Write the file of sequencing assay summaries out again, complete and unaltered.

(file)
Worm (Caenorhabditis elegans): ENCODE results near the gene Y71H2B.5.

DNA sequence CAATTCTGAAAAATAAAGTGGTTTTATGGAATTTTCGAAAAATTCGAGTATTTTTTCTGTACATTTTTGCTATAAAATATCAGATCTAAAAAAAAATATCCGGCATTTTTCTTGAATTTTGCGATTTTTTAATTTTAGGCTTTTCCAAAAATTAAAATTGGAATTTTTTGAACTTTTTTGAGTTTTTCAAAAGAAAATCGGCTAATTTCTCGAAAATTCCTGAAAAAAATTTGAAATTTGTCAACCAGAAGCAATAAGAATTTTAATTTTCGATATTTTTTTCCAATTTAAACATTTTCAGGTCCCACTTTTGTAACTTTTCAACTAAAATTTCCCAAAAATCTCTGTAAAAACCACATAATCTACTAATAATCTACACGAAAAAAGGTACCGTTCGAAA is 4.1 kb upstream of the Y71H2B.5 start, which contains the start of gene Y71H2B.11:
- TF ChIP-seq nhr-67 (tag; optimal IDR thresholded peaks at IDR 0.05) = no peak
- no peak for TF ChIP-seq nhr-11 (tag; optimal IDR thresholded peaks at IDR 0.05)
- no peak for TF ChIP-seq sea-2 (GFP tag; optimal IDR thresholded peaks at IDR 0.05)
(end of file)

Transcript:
Worm (Caenorhabditis elegans): ENCODE results near the gene Y71H2B.5.

DNA sequence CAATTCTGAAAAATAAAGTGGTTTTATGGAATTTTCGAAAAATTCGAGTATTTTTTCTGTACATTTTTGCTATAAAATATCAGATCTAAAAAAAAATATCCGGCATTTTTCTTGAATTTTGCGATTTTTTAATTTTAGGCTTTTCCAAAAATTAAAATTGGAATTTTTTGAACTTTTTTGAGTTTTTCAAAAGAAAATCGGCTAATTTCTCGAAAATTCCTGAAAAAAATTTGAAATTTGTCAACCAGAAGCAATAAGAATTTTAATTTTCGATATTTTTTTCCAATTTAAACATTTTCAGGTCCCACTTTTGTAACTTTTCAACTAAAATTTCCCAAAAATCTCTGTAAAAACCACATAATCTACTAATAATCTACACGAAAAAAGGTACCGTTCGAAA is 4.1 kb upstream of the Y71H2B.5 start, which contains the start of gene Y71H2B.11:
- TF ChIP-seq nhr-67 (tag; optimal IDR thresholded peaks at IDR 0.05) = no peak
- no peak for TF ChIP-seq nhr-11 (tag; optimal IDR thresholded peaks at IDR 0.05)
- no peak for TF ChIP-seq sea-2 (GFP tag; optimal IDR thresholded peaks at IDR 0.05)